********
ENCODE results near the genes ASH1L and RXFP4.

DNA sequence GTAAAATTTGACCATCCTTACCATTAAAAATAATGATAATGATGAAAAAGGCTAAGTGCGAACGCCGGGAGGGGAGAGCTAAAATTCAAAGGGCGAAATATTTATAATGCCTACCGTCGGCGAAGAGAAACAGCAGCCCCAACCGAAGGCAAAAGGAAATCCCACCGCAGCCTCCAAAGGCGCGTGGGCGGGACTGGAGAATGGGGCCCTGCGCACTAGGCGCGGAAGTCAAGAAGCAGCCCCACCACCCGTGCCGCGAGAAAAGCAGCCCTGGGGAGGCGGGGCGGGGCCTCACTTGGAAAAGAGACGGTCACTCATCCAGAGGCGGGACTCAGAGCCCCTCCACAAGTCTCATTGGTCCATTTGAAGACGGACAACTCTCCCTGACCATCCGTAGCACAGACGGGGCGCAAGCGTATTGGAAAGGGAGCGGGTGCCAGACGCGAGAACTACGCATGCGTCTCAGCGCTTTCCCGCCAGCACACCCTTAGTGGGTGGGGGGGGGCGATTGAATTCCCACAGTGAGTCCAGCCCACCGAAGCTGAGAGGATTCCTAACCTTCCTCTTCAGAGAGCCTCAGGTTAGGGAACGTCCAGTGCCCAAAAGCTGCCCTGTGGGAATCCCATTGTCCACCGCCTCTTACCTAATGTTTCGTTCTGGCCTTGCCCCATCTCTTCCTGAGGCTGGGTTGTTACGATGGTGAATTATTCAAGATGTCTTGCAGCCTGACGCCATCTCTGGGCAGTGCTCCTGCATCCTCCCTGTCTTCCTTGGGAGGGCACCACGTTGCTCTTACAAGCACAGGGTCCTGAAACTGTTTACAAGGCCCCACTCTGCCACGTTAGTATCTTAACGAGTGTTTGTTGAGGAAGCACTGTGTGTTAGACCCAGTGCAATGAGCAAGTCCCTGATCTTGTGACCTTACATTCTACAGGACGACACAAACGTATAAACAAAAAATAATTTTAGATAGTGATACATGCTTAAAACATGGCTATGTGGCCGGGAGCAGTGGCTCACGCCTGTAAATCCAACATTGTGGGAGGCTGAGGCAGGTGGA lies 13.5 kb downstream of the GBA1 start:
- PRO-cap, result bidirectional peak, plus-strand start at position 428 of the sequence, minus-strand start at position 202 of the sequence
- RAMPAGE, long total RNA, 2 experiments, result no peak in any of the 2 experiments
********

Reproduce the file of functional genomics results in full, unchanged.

ENCODE results near the genes ASH1L and RXFP4.

DNA sequence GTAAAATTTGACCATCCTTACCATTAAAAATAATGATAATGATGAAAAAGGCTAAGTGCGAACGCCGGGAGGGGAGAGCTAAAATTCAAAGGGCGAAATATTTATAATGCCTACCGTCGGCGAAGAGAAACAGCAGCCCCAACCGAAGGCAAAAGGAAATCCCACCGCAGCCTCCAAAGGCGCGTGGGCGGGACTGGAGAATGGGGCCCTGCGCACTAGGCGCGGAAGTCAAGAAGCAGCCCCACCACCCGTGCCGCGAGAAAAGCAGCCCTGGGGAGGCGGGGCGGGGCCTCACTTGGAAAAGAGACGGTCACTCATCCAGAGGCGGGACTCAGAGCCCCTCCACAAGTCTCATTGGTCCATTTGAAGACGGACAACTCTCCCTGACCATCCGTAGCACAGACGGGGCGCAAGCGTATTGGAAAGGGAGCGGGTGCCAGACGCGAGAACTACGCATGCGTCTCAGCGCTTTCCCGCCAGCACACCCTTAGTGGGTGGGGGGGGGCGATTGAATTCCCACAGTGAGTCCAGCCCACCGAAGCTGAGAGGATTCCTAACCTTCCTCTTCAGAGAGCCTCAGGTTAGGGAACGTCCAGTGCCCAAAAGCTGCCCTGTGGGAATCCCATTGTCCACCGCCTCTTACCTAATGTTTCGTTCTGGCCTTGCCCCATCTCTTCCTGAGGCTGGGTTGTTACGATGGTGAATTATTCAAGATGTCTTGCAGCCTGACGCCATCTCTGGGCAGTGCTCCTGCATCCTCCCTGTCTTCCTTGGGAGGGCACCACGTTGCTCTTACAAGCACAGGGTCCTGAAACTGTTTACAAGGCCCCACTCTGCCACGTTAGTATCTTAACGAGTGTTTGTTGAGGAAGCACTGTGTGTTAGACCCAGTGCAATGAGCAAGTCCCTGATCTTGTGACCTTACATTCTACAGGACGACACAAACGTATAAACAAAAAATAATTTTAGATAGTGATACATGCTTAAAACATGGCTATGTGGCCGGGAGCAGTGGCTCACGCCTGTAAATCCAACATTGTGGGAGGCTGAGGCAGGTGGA lies 13.5 kb downstream of the GBA1 start:
- PRO-cap, result bidirectional peak, plus-strand start at position 428 of the sequence, minus-strand start at position 202 of the sequence
- RAMPAGE, long total RNA, 2 experiments, result no peak in any of the 2 experiments